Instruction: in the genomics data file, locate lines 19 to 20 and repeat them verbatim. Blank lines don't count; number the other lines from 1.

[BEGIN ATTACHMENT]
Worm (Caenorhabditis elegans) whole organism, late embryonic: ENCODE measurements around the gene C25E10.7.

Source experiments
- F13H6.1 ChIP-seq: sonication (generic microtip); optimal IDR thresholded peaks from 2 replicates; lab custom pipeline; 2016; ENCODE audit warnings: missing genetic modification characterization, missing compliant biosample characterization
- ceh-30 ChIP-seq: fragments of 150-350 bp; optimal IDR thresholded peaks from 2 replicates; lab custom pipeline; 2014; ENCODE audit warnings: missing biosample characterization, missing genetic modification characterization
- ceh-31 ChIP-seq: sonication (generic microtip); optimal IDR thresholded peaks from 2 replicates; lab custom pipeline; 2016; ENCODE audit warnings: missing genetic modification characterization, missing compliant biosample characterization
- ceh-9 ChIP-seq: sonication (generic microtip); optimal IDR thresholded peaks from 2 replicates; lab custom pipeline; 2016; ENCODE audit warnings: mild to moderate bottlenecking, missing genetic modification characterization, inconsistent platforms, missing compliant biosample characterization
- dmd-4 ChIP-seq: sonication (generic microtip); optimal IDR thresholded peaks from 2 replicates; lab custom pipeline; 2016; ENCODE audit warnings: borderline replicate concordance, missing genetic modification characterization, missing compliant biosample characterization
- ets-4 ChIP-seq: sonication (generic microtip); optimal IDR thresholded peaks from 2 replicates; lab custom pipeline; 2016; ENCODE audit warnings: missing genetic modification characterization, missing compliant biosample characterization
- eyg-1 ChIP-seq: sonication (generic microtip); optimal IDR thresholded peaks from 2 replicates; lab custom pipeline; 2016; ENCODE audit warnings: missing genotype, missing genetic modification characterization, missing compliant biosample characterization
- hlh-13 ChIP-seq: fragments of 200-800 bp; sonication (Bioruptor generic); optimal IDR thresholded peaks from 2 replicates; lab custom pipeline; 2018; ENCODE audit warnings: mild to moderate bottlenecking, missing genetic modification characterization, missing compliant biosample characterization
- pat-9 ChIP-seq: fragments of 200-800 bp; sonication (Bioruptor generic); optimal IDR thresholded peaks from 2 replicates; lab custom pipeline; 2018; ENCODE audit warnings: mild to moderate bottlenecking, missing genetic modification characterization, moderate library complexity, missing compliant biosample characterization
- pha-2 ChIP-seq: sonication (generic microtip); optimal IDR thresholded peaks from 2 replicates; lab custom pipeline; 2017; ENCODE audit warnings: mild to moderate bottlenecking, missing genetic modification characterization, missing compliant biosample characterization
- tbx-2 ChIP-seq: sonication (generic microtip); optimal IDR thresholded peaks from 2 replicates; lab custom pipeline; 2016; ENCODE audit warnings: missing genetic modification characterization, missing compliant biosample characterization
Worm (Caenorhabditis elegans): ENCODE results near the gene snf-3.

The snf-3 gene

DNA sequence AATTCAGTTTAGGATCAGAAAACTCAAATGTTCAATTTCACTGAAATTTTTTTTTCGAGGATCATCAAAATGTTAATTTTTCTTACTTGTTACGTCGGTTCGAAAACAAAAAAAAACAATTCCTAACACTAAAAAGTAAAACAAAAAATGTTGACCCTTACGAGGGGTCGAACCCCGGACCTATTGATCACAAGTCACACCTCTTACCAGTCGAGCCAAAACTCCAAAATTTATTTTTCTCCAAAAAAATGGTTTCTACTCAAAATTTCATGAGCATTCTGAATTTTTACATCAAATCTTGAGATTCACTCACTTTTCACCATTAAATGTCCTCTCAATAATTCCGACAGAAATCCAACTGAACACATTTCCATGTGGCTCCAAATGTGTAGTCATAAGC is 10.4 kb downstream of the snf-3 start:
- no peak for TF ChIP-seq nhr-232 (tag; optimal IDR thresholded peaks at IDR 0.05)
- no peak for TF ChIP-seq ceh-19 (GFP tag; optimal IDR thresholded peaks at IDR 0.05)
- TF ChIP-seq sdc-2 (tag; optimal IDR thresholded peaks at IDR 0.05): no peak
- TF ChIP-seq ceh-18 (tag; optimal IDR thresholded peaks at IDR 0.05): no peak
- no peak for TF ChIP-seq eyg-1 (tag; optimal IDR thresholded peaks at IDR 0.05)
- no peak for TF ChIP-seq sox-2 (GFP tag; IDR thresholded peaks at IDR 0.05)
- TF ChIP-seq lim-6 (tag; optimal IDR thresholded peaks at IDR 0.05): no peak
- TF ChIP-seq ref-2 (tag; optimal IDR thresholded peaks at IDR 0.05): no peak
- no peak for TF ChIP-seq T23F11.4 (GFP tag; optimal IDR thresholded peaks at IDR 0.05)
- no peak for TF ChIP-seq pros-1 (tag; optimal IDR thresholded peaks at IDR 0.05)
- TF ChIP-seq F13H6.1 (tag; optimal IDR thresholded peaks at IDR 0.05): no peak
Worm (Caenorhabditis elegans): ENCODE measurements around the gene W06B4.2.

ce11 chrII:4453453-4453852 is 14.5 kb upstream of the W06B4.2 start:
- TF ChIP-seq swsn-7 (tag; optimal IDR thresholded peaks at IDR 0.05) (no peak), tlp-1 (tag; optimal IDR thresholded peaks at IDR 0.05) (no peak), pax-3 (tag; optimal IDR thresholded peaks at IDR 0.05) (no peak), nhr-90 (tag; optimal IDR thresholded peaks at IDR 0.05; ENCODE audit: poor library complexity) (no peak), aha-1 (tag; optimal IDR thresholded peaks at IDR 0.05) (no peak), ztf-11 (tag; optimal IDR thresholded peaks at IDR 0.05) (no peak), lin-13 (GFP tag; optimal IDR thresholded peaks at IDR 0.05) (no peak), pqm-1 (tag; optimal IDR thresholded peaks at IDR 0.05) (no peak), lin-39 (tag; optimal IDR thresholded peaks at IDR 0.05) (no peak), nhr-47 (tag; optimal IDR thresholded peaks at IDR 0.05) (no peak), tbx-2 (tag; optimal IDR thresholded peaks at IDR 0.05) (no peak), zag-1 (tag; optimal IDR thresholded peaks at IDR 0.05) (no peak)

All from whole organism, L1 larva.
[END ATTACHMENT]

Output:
- TF ChIP-seq sdc-2 (tag; optimal IDR thresholded peaks at IDR 0.05): no peak
- TF ChIP-seq ceh-18 (tag; optimal IDR thresholded peaks at IDR 0.05): no peak